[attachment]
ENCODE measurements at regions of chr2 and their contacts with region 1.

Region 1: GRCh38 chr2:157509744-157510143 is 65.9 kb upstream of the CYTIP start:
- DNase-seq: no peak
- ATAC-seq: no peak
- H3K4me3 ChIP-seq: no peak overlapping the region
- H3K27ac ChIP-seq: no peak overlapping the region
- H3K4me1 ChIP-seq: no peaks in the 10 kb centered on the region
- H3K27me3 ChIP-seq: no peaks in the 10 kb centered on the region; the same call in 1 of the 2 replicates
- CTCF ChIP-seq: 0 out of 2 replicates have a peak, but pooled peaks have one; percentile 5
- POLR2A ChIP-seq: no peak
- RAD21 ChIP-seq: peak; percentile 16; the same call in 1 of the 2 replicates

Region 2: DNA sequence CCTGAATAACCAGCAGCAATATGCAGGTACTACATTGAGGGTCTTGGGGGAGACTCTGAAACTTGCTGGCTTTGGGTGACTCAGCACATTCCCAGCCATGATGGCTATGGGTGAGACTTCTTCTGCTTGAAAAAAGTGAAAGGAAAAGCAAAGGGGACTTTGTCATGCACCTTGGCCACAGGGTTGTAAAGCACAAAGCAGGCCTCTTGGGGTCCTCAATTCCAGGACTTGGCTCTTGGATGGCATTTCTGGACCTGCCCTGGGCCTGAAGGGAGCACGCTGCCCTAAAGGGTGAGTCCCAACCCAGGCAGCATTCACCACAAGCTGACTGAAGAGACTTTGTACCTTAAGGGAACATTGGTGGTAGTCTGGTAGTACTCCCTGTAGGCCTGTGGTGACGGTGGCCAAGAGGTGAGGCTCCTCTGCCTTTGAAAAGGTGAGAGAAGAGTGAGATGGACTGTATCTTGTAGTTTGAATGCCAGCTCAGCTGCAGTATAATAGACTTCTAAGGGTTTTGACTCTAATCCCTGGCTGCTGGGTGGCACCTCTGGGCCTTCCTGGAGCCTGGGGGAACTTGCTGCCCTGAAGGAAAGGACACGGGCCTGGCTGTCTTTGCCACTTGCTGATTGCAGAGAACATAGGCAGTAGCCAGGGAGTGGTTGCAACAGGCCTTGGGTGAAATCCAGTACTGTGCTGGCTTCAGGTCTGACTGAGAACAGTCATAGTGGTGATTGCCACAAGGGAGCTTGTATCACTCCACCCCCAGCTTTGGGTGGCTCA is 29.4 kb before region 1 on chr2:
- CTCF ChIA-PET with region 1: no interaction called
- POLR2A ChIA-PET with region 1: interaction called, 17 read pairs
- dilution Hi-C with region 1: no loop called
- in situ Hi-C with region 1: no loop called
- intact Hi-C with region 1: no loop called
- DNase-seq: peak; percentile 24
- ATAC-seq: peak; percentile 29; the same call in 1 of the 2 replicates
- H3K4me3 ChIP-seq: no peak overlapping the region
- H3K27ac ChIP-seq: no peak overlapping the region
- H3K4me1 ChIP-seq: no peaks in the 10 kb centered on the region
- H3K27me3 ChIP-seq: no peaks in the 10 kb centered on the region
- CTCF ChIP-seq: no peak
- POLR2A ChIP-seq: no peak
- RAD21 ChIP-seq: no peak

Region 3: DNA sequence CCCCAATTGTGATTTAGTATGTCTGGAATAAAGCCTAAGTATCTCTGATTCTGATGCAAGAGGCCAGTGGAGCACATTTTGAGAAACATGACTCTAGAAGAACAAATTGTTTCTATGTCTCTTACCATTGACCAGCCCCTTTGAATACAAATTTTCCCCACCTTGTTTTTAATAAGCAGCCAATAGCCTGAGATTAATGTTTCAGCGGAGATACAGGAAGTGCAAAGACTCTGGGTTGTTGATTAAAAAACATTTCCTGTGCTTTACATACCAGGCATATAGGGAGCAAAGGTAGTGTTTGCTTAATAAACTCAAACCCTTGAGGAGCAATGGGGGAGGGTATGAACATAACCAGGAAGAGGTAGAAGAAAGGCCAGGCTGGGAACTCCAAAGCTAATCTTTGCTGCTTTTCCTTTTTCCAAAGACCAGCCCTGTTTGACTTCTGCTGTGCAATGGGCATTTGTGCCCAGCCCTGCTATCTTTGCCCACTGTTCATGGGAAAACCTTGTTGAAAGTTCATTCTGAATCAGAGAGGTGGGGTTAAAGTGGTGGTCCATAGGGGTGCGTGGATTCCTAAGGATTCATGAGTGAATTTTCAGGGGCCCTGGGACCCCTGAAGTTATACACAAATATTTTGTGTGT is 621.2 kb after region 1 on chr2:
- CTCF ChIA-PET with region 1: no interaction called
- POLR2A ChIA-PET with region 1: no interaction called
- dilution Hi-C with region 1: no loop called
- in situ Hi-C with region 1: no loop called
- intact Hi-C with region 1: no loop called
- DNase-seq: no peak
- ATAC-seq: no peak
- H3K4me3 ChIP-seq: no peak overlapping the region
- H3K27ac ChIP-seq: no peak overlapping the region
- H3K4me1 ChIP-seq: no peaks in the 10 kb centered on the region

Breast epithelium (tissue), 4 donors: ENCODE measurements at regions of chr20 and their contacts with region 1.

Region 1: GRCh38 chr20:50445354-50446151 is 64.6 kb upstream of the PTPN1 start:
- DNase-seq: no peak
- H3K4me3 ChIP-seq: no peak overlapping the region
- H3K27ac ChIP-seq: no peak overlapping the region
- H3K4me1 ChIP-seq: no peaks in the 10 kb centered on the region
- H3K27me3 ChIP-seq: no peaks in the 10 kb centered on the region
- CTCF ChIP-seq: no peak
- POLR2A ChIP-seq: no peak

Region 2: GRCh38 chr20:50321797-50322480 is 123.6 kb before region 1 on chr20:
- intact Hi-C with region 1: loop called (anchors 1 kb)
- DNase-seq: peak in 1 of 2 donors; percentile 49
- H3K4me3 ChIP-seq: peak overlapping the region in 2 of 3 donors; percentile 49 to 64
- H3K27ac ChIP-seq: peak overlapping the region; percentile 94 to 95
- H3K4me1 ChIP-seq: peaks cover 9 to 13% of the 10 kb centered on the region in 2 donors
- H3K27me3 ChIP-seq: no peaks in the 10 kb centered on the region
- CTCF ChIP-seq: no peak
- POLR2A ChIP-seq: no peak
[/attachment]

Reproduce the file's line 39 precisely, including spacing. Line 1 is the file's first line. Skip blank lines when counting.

Region 1: GRCh38 chr20:50445354-50446151 is 64.6 kb upstream of the PTPN1 start: